Yamaha have just revealed the successor to the remarkable, award-winning AvantGrand NU1… the NU1X. The brief Yamaha gave their designers for the original NU1 was “produce an instrument that is closer in sound and feel to the acoustic piano than any other”. This they (arguably) did. The NU1 launched in 2013 and was widely acclaimed as the best compact acoustic replacement.
The Yamaha NU1X
The NU1 owed a lot in its design to the Yamaha U1 upright piano, which is supposedly the most popular acoustic in the world. It has been in production for 60 years, so maybe that’s not so surprising!
Anyway, it’s four years on, and Yamaha have taken it upon themselves to upgrade the NU1. The most significant enhancement is the addition of the Bösendorfer Imperial Grand profile. The NU1 features a meticulously sampled Yamaha CFX concert grand piano, and this is now complimented by a replication of possibly the most mellifluous production piano ever.
The Bösendorfer Imperial Grand
The original (acoustic) Imperial Grand (also known as a Model 290) has an eight octave (97 note) keyboard, that’s 9 notes more than a standard acoustic piano. These notes are at the bass end of the keyboard and these keys all have a black finish. This prevents confusion for pianists who may not be used to such a wide compass.
These extra notes, even when not being played, contribute to the Imperial’s warm rich timbral qualities through their sympathetic resonance. This is particularly apparent when the damper pedal is pressed as corresponding overtones are introduced by the Virtual Resonance Modelling (VRM) algorithm, adding to the experience.
Yamaha owns Bösendorfer, so there are no trade mark issues here. You won’t see these presets described as “Austrian Piano” or “Japanese Piano”! Other sampled instruments include the Yamaha’s C7X grand and their SU7 upright. The NU1X also includes the same wide range of additional voices as found on the Clavinova CLP685.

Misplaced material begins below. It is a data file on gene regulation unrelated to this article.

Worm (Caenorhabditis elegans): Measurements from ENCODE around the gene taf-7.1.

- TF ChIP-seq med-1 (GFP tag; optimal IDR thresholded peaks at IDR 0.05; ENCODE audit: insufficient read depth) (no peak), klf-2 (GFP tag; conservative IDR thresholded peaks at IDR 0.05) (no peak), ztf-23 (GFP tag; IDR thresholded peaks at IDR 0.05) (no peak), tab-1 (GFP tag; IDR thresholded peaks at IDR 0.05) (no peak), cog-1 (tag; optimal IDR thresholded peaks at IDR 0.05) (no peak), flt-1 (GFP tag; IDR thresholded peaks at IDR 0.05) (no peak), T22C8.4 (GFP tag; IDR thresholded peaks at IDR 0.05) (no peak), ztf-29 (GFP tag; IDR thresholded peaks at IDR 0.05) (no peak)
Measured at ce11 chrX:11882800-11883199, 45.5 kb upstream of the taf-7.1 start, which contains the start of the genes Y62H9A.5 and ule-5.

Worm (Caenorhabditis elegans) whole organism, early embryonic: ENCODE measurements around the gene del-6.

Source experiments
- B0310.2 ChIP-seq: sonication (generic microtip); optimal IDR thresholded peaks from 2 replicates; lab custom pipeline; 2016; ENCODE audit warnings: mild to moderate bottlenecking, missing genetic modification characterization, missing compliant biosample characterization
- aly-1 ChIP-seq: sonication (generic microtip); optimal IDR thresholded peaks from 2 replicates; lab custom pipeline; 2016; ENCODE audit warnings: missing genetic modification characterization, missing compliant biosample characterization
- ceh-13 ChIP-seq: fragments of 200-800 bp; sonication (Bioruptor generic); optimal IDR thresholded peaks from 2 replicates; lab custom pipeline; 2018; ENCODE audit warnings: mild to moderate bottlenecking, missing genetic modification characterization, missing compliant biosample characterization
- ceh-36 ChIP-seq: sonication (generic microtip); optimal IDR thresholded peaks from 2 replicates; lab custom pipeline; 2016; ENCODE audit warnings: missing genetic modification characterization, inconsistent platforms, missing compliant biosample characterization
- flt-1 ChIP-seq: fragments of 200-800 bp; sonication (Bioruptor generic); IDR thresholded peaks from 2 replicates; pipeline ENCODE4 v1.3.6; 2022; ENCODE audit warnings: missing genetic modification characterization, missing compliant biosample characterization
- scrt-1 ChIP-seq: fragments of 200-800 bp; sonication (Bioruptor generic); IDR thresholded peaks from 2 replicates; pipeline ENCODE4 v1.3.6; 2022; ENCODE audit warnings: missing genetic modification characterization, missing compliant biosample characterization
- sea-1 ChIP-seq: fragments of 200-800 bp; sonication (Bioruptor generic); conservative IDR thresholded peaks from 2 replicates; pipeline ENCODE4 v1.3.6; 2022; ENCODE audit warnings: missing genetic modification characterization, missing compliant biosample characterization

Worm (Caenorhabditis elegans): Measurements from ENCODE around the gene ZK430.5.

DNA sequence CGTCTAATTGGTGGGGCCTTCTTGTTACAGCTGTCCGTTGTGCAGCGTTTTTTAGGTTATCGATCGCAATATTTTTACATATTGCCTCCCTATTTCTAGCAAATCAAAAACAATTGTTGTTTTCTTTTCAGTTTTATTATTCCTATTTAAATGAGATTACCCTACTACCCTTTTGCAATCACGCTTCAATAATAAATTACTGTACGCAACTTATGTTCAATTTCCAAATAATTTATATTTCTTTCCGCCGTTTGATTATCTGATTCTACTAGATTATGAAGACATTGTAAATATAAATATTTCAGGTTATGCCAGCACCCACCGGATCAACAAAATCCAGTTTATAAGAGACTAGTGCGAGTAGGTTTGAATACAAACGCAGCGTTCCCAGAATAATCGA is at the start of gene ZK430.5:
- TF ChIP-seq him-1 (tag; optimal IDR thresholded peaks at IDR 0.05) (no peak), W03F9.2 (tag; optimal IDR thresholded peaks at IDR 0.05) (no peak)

If monitoring on headphones the sound is optimised binaurally (CFX only) to further enhance the realism. Alternatively, an on-board amplification system [(2 x 45 watts, 2 x (16cm and 1.9cm)] has been carefully engineered to emulate the acoustic properties of the soundboard and casing of the original instruments. The design aims to re-create the “presence” of an acoustic piano.
The NU1X features a traditional acoustic upright hammer action. But this has been modified to give an even more grand-like feel than that of the NU1, and improvements have been made to the velocity curve of the sensors giving a more controllable dynamic range, especially when played lightly.
Yamaha are aiming this product at the discerning pianist who needs an instrument at home; and at serious students and educators. They describe it as, “A sleek and compact AvantGrand that transcends convention and blurs the lines between acoustic and digital.”
Yamaha offer two finishes for the NU1X – polished ebony and polished white.
The US MSRP is $6,999.99.